IDEAS home Printed from https://ideas.repec.org/
MyIDEAS: Login to save this article or follow this journal

Noneconomic Engagement and International Exchange: The Case of Environmental Treaties

  • ANDREW K. ROSE
  • MARK M. SPIEGEL

We examine the role of noneconomic partnerships in promoting international economic exchange. Since far-sighted countries are more willing to join costly international partnerships such as environmental treaties, environmental engagement tends to encourage international lending. Countries with such noneconomic partnerships also find it easier to engage in economic exchanges since they face the possibility that debt default might also spill over to hinder their noneconomic relationships. We present a theoretical model of these ideas and then verify their empirical importance using a bilateral cross-section of data on international cross-holdings of assets and environmental treaties. Our results support the notion that international environmental cooperation facilitates economic exchange. Copyright (c) 2009 The Ohio State University.

If you experience problems downloading a file, check if you have the proper application to view it first. In case of further problems read the IDEAS help page. Note that these files are not on the IDEAS site. Please be patient as the files may be large.

File URL: http://www.blackwell-synergy.com/doi/abs/10.1111/j.1538-4616.2009.00208.x
File Function: link to full text
Download Restriction: Access to full text is restricted to subscribers.

As the access to this document is restricted, you may want to look for a different version under "Related research" (further below) or search for a different version of it.

Article provided by Blackwell Publishing in its journal Journal of Money, Credit and Banking.

Volume (Year): 41 (2009)
Issue (Month): 2-3 (03)
Pages: 337-363

as
in new window

Handle: RePEc:mcb:jmoncb:v:41:y:2009:i:2-3:p:337-363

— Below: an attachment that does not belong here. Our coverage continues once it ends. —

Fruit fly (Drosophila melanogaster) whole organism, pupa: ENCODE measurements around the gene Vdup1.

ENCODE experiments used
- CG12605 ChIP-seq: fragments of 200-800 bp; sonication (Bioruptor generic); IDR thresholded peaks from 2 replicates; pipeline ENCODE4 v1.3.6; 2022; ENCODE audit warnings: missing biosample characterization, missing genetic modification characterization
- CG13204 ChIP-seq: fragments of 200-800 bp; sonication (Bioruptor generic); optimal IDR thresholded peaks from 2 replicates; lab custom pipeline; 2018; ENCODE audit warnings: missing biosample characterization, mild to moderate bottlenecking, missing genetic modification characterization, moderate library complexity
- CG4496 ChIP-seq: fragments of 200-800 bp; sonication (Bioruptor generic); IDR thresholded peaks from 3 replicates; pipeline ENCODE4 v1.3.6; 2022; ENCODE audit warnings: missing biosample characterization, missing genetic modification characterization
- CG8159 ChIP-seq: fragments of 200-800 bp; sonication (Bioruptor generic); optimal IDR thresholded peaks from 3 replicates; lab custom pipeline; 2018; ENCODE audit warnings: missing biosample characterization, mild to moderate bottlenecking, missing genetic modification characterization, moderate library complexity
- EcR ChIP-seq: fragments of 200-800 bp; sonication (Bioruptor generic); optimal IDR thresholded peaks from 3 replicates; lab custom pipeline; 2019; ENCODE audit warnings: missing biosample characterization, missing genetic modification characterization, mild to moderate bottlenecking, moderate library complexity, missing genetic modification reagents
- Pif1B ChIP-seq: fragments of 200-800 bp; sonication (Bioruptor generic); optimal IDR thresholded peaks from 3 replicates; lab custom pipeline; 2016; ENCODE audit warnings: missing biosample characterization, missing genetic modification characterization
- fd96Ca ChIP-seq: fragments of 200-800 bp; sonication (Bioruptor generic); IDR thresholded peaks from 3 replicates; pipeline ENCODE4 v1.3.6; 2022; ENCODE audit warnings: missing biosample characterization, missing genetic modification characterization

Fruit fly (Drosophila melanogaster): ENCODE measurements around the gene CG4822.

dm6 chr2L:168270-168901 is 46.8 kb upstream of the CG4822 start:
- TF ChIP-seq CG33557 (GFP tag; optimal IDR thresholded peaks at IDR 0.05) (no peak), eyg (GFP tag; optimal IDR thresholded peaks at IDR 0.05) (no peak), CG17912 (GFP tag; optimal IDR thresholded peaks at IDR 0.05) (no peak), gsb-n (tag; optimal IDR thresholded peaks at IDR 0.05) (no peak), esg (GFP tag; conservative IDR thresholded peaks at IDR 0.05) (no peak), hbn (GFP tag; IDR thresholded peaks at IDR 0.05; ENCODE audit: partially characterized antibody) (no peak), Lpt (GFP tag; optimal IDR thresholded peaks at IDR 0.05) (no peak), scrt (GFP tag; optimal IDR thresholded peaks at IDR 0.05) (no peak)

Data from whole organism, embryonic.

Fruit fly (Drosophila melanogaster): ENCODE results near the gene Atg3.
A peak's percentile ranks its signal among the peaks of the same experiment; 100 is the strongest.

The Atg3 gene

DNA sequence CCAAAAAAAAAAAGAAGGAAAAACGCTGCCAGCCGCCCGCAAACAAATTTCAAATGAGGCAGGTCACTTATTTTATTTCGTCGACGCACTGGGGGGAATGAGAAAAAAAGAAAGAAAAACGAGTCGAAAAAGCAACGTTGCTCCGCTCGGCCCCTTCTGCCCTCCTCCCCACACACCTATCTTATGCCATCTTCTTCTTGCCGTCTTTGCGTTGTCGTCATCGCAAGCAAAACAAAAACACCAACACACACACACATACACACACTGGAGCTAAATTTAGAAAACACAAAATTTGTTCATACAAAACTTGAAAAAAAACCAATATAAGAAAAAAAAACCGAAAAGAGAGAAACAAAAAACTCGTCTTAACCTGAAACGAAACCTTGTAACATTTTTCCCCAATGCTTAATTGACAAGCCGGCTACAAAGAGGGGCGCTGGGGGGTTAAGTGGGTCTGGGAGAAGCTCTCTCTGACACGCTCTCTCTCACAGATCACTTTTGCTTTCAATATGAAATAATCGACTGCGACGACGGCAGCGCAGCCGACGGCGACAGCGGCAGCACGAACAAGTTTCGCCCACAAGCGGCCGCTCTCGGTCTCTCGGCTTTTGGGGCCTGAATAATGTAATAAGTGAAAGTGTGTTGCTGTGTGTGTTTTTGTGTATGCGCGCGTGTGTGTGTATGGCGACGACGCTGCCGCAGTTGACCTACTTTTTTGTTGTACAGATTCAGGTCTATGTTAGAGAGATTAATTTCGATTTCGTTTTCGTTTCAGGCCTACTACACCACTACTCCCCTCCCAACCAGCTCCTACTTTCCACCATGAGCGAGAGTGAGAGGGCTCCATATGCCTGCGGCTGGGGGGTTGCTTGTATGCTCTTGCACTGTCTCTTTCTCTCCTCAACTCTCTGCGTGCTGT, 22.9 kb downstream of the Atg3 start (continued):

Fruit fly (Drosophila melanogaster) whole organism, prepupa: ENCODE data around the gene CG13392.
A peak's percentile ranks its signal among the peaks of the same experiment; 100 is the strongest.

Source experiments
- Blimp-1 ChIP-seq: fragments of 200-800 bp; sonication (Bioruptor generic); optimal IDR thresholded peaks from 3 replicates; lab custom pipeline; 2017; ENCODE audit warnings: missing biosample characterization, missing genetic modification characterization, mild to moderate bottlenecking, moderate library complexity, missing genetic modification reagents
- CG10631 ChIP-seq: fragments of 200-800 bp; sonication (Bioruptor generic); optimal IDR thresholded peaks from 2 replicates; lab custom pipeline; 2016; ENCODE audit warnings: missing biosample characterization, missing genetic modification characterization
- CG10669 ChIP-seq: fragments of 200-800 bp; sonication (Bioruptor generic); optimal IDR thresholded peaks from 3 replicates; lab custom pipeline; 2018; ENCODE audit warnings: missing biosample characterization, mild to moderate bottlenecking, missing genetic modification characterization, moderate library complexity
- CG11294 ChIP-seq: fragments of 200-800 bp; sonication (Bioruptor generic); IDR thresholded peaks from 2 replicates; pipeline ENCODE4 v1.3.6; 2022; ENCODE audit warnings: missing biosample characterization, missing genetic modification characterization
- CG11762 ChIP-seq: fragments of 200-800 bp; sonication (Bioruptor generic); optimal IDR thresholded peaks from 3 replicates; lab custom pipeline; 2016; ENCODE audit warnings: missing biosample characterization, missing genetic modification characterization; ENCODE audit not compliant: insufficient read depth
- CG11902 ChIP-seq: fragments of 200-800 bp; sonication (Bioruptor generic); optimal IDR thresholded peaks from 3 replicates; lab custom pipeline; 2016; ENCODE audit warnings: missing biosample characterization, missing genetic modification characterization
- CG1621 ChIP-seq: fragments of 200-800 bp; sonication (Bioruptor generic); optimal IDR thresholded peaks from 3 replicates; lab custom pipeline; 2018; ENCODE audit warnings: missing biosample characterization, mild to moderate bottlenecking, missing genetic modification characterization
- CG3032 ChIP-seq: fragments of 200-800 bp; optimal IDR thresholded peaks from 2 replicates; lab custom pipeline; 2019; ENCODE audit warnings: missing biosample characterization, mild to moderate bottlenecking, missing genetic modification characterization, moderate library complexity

Contact details of provider: Web page: http://www.blackwellpublishing.com/journal.asp?ref=0022-2879

References listed on IDEAS
Please report citation or reference errors to , or , if you are the registered author of the cited work, log in to your RePEc Author Service profile, click on "citations" and make appropriate adjustments.:

as in new window
  1. Bulow, Jeremy & Rogoff, Kenneth S., 1989. "A Constant Recontracting Model of Sovereign Debt," Scholarly Articles 12491028, Harvard University Department of Economics.
  2. Andrew K. Rose & Mark M. Spiegel, 2002. "A gravity model of sovereign lending: trade, default and credit," Working Paper Series 2002-09, Federal Reserve Bank of San Francisco.
  3. Kenneth M. Kletzer and Brian D. Wright., 1998. "Sovereign Debt as Intertemporal Barter," Center for International and Development Economics Research (CIDER) Working Papers C98-100, University of California at Berkeley.
  4. Dirk Krueger & Harald Uhlig, 2003. "Competitive Risk Sharing Contracts with One-Sided Commitment," Levine's Bibliography 666156000000000407, UCLA Department of Economics.
  5. Alfaro, Laura & Kanczuk, Fabio, 2005. "Sovereign debt as a contingent claim: a quantitative approach," Journal of International Economics, Elsevier, vol. 65(2), pages 297-314, March.
  6. Eaton, Jonathan, 1996. "Sovereign Debt, Reputation and Credit Terms," International Journal of Finance & Economics, John Wiley & Sons, Ltd., vol. 1(1), pages 25-35, January.
  7. Spiegel, Mark M., 2005. "Solvency runs, sunspot runs, and international bailouts," Journal of International Economics, Elsevier, vol. 65(1), pages 203-219, January.
  8. Richard Portes & Helene Rey, 1999. "The Determinants of Cross-Border Equity Flows," NBER Working Papers 7336, National Bureau of Economic Research, Inc.